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Second Severe Allergic Reaction Isn't Uncommon: MedlinePlus

Second Severe Allergic Reaction Isn't Uncommon: MedlinePlus

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Second Severe Allergic Reaction Isn't Uncommon

Study finds about one in seven kids has repeat episode
By Robert Preidt
Friday, July 10, 2015
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FRIDAY, July 10, 2015 (HealthDay News) -- About 15 percent of children who have a severe allergic reaction (anaphylaxis) can have a second one within a few hours, a new study shows.
"The key message here for parents, caregivers and first responders is to administer epinephrine at the first sign of a severe allergic reaction to prevent anaphylaxis from worsening," Dr. James Sublett, president of the American College of Allergy, Asthma, and Immunology, said in a college news release.
"Anaphylaxis symptoms occur suddenly and can progress quickly. Always have a second dose with you and, when in doubt, administer it, too. Anaphylaxis can be fatal if left untreated," he added.
Early symptoms of a severe allergic reaction may be mild, such as a runny nose, skin rash or "strange feeling." But these symptoms can quickly progress to more serious problems, including difficulty breathing, hives or swelling, throat tightness, nausea, abdominal pain and even cardiac arrest, the researchers said.
The study team looked at the medical records of almost 500 children seen in an emergency department for severe allergic reactions to determine whether the children had a second, follow-up reaction.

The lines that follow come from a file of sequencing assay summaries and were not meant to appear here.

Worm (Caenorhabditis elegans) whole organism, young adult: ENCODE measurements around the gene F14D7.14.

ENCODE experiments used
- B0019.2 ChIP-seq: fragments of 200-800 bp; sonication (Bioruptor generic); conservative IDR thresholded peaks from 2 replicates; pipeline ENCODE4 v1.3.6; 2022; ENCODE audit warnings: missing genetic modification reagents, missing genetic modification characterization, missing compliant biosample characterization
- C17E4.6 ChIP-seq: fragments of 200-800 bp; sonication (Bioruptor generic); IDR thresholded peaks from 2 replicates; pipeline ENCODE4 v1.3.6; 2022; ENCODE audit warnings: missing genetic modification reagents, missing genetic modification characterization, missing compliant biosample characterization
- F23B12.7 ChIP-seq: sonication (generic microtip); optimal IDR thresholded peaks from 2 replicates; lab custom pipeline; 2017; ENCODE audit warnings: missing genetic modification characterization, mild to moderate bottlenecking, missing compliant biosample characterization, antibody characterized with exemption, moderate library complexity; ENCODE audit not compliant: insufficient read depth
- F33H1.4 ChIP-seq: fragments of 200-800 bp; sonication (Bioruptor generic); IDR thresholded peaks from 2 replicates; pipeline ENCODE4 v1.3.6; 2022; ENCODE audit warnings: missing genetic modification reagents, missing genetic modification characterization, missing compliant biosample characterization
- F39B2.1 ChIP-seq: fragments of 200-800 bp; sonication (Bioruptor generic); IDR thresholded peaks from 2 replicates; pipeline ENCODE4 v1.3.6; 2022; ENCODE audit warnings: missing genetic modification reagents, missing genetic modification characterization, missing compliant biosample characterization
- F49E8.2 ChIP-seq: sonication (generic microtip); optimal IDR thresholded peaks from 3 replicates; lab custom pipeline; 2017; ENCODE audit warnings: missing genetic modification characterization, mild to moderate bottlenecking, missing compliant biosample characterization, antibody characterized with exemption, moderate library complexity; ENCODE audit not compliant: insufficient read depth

These delayed reactions occur when the initial symptoms of an allergic reaction subside but then return hours later. This second reaction occurs even though the children haven't been exposed again to the allergen that caused the first reaction, explained the authors of the study published recently in the journal Annals of Allergy, Asthma and Immunology.
About one in seven kids had a second reaction, the researchers found.
"We found that 75 percent of the secondary reactions occurred within six hours of the first," lead author Dr. Waleed Alqurashi, from the University of Ottawa in Canada, said in the news release.
"A more severe first reaction was associated with a stronger possibility of a second reaction. Children aged 6 to 9, children who needed more than one dose of epinephrine and children who do not get immediate epinephrine treatment were among the most likely to develop secondary reactions," Alqurashi said.
At least half of the second allergic reactions were considered serious and had to be treated with epinephrine.
SOURCE: American College of Allergy, Asthma and Immunology, news release, July 7, 2015
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